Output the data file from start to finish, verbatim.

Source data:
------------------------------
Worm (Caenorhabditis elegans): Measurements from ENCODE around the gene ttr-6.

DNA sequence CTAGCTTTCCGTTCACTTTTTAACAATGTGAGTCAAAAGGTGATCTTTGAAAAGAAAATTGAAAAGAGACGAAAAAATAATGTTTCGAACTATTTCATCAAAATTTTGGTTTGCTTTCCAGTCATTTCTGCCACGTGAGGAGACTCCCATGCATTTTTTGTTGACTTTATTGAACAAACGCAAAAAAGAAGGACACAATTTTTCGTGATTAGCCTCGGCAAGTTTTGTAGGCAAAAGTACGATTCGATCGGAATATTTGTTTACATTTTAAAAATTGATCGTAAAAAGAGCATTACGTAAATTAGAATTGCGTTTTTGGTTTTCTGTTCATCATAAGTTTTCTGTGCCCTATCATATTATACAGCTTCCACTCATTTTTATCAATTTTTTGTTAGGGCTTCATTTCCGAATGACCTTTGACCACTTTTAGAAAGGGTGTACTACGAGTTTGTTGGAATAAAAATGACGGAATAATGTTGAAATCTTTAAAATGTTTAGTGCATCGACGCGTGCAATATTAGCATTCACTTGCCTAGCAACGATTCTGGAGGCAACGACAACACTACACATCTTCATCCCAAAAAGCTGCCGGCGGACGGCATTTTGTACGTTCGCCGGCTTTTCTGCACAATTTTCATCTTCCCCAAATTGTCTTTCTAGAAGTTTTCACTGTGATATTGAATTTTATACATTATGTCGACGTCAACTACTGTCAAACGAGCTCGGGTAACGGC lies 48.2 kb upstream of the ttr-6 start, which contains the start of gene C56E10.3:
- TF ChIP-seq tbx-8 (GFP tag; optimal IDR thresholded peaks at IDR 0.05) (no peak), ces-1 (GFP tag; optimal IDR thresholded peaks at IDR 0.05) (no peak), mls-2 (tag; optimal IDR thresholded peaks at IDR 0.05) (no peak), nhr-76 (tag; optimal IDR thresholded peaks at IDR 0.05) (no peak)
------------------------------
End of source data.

Worm (Caenorhabditis elegans): Measurements from ENCODE around the gene ttr-6.

DNA sequence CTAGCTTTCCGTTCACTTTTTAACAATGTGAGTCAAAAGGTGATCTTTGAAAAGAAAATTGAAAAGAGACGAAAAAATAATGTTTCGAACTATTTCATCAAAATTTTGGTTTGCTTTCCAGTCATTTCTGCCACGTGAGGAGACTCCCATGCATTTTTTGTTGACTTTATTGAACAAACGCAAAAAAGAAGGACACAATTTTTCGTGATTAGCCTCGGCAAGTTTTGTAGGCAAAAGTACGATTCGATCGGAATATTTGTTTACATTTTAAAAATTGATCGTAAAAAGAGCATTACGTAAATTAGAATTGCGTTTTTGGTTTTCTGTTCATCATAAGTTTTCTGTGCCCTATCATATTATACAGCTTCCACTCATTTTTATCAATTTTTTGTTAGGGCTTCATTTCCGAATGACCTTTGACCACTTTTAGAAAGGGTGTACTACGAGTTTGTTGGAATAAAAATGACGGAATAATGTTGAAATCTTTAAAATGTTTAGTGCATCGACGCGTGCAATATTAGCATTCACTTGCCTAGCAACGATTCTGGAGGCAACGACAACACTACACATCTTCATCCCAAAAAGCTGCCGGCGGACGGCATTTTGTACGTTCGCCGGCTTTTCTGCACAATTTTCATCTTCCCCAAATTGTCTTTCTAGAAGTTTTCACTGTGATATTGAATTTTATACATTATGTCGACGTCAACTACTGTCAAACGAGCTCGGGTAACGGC lies 48.2 kb upstream of the ttr-6 start, which contains the start of gene C56E10.3:
- TF ChIP-seq tbx-8 (GFP tag; optimal IDR thresholded peaks at IDR 0.05) (no peak), ces-1 (GFP tag; optimal IDR thresholded peaks at IDR 0.05) (no peak), mls-2 (tag; optimal IDR thresholded peaks at IDR 0.05) (no peak), nhr-76 (tag; optimal IDR thresholded peaks at IDR 0.05) (no peak)